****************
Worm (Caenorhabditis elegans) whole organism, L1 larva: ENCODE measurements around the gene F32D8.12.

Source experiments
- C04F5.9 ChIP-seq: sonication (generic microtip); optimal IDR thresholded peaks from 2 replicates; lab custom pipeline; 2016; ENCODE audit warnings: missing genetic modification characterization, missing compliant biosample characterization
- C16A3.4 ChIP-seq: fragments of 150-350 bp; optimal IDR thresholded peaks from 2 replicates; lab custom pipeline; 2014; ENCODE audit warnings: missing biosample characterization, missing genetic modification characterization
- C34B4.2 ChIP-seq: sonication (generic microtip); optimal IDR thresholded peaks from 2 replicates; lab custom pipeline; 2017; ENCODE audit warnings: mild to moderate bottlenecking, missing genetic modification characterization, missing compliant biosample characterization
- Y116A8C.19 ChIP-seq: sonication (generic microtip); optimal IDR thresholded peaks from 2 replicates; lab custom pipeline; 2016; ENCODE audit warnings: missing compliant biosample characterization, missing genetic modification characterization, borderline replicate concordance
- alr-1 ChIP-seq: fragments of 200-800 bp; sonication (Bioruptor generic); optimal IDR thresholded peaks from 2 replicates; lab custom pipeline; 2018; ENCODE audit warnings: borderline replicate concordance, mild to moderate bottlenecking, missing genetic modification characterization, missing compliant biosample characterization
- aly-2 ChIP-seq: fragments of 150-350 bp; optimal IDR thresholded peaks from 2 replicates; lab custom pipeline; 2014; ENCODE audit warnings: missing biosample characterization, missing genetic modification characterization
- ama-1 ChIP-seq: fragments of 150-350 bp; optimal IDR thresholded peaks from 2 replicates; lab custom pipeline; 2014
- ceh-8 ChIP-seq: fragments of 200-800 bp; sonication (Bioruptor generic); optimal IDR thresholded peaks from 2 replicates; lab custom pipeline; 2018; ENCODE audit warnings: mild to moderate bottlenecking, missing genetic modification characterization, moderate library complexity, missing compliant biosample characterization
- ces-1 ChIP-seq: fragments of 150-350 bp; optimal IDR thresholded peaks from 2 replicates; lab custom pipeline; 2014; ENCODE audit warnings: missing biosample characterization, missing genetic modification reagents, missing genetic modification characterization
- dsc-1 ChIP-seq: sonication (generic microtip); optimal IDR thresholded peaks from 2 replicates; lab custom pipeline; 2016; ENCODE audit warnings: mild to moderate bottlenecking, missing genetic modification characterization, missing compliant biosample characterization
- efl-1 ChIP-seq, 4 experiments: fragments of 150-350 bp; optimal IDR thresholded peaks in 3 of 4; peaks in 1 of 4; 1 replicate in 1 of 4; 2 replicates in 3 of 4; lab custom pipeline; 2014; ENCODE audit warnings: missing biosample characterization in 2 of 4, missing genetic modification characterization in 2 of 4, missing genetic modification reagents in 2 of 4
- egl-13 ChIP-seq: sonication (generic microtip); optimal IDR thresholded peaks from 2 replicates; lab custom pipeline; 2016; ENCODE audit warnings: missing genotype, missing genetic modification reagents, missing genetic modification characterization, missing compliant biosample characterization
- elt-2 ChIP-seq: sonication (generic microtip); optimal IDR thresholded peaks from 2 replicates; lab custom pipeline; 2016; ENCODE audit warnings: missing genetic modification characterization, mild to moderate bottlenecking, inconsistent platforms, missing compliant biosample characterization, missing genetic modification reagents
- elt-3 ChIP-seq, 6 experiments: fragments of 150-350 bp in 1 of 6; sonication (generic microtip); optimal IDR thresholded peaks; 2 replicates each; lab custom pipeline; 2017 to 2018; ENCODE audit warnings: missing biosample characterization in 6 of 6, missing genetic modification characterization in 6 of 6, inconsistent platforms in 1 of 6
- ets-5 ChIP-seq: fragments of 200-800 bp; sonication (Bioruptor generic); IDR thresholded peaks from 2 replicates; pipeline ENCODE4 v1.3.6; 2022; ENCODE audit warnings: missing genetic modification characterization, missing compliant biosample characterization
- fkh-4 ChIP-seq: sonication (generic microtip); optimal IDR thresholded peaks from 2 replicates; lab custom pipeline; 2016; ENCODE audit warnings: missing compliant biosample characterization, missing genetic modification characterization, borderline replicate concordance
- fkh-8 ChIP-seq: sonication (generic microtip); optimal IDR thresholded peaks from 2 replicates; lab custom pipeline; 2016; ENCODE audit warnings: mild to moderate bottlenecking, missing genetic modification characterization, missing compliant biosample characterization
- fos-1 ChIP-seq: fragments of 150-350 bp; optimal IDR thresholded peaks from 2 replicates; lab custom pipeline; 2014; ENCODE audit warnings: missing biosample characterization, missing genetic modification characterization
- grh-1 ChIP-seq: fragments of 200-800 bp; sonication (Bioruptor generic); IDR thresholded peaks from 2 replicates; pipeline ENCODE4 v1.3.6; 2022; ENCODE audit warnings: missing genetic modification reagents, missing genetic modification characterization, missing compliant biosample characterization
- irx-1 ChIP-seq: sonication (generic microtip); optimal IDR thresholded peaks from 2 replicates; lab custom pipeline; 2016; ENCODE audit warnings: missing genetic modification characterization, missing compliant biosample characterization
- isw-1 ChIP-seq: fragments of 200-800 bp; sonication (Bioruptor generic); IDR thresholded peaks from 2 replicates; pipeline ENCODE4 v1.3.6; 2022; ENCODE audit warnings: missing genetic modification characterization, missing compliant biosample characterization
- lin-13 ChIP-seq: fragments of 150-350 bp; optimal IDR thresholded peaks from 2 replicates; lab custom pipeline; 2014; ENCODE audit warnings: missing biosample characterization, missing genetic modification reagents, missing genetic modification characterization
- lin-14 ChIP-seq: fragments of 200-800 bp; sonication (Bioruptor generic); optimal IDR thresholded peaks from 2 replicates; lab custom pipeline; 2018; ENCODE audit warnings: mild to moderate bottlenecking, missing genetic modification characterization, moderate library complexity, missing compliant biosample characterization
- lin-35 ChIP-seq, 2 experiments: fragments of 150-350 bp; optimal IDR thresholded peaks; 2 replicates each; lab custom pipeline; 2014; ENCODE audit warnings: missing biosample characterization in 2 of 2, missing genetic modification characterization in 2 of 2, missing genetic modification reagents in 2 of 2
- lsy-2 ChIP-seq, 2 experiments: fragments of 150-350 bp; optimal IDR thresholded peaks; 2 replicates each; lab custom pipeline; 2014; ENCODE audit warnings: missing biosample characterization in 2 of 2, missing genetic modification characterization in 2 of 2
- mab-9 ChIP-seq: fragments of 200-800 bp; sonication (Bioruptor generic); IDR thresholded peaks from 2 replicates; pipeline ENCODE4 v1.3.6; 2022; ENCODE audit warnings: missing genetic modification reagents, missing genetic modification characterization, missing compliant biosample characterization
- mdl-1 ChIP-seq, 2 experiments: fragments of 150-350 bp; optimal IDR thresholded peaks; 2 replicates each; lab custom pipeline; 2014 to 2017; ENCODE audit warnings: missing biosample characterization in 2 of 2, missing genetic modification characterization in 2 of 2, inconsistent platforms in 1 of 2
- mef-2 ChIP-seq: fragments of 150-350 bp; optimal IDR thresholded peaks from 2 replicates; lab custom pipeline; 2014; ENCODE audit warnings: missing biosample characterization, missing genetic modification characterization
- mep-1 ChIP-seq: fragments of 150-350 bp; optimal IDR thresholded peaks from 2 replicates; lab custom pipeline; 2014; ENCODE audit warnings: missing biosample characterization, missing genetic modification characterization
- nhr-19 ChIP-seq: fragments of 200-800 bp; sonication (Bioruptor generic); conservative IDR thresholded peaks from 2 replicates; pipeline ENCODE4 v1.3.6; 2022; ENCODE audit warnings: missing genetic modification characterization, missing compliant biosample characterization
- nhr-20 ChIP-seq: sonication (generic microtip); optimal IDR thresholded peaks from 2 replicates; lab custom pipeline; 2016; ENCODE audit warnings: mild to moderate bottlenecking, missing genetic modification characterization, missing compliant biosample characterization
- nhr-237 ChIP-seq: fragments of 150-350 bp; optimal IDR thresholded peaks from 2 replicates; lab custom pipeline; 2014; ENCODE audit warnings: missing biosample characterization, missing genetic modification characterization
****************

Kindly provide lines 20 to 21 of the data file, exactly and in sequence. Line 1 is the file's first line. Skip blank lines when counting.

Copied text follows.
- fos-1 ChIP-seq: fragments of 150-350 bp; optimal IDR thresholded peaks from 2 replicates; lab custom pipeline; 2014; ENCODE audit warnings: missing biosample characterization, missing genetic modification characterization
- grh-1 ChIP-seq: fragments of 200-800 bp; sonication (Bioruptor generic); IDR thresholded peaks from 2 replicates; pipeline ENCODE4 v1.3.6; 2022; ENCODE audit warnings: missing genetic modification reagents, missing genetic modification characterization, missing compliant biosample characterization